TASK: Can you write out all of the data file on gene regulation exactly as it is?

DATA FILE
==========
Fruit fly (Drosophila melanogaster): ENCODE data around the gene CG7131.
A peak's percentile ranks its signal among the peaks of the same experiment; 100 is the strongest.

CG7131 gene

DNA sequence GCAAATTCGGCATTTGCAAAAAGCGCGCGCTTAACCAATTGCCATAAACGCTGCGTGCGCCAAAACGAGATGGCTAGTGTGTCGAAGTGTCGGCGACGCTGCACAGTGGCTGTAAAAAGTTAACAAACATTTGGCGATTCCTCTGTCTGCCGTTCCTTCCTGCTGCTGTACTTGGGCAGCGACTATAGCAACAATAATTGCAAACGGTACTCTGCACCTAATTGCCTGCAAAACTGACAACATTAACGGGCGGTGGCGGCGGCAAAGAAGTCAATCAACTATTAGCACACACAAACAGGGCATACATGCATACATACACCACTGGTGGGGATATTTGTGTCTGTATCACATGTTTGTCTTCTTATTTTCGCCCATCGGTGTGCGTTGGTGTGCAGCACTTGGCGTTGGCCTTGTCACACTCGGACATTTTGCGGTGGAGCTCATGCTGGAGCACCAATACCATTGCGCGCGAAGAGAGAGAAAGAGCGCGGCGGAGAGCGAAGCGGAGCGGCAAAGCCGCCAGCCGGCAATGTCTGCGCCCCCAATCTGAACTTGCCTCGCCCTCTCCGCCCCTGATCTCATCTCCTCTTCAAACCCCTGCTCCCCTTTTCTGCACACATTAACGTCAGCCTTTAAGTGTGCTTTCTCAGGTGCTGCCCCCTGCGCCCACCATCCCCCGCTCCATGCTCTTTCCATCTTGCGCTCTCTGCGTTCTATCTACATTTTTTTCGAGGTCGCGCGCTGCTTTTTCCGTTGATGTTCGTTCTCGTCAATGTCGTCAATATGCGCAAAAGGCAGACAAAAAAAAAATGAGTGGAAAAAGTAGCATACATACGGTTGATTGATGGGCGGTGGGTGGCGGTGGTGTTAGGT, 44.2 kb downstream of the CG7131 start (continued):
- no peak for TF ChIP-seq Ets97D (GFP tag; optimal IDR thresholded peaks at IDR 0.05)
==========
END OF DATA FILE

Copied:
Fruit fly (Drosophila melanogaster): ENCODE data around the gene CG7131.
A peak's percentile ranks its signal among the peaks of the same experiment; 100 is the strongest.

CG7131 gene

DNA sequence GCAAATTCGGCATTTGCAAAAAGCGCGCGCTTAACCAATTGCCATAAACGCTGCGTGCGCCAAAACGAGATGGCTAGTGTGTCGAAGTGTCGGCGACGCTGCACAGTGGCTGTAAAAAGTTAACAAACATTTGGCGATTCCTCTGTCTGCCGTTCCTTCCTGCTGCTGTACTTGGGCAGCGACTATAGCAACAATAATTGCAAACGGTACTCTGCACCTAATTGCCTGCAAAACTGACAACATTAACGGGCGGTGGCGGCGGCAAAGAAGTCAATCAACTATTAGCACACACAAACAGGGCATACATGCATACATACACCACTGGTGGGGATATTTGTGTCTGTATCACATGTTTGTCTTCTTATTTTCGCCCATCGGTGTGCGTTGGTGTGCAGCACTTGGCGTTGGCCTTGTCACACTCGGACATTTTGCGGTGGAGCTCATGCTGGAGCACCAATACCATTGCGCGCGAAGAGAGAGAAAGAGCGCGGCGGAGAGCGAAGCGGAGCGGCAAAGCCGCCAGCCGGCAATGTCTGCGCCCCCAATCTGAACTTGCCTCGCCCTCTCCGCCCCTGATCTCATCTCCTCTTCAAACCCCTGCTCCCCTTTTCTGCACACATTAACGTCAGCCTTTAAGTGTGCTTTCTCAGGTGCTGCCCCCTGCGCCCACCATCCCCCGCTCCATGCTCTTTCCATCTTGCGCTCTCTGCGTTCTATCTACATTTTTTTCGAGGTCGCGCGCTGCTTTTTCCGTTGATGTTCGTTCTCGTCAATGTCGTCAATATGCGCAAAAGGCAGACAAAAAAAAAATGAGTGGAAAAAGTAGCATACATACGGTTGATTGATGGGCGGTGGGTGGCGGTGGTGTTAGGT, 44.2 kb downstream of the CG7131 start (continued):
- no peak for TF ChIP-seq Ets97D (GFP tag; optimal IDR thresholded peaks at IDR 0.05)